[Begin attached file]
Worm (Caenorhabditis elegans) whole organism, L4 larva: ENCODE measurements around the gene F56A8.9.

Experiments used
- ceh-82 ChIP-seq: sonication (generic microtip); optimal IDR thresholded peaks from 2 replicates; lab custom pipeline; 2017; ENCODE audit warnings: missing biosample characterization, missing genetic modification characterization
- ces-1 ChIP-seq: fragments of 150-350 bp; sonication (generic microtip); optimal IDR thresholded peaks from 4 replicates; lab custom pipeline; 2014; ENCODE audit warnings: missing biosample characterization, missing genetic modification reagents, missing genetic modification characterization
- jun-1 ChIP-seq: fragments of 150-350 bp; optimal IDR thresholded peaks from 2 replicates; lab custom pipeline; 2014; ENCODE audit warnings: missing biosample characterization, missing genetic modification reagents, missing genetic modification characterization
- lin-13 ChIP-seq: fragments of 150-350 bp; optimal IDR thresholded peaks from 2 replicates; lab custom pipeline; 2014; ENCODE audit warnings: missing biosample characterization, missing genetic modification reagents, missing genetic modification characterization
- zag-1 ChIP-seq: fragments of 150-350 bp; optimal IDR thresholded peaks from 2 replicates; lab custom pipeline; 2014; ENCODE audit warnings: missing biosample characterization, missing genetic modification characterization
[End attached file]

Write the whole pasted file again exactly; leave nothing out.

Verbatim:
Worm (Caenorhabditis elegans) whole organism, L4 larva: ENCODE measurements around the gene F56A8.9.

Experiments used
- ceh-82 ChIP-seq: sonication (generic microtip); optimal IDR thresholded peaks from 2 replicates; lab custom pipeline; 2017; ENCODE audit warnings: missing biosample characterization, missing genetic modification characterization
- ces-1 ChIP-seq: fragments of 150-350 bp; sonication (generic microtip); optimal IDR thresholded peaks from 4 replicates; lab custom pipeline; 2014; ENCODE audit warnings: missing biosample characterization, missing genetic modification reagents, missing genetic modification characterization
- jun-1 ChIP-seq: fragments of 150-350 bp; optimal IDR thresholded peaks from 2 replicates; lab custom pipeline; 2014; ENCODE audit warnings: missing biosample characterization, missing genetic modification reagents, missing genetic modification characterization
- lin-13 ChIP-seq: fragments of 150-350 bp; optimal IDR thresholded peaks from 2 replicates; lab custom pipeline; 2014; ENCODE audit warnings: missing biosample characterization, missing genetic modification reagents, missing genetic modification characterization
- zag-1 ChIP-seq: fragments of 150-350 bp; optimal IDR thresholded peaks from 2 replicates; lab custom pipeline; 2014; ENCODE audit warnings: missing biosample characterization, missing genetic modification characterization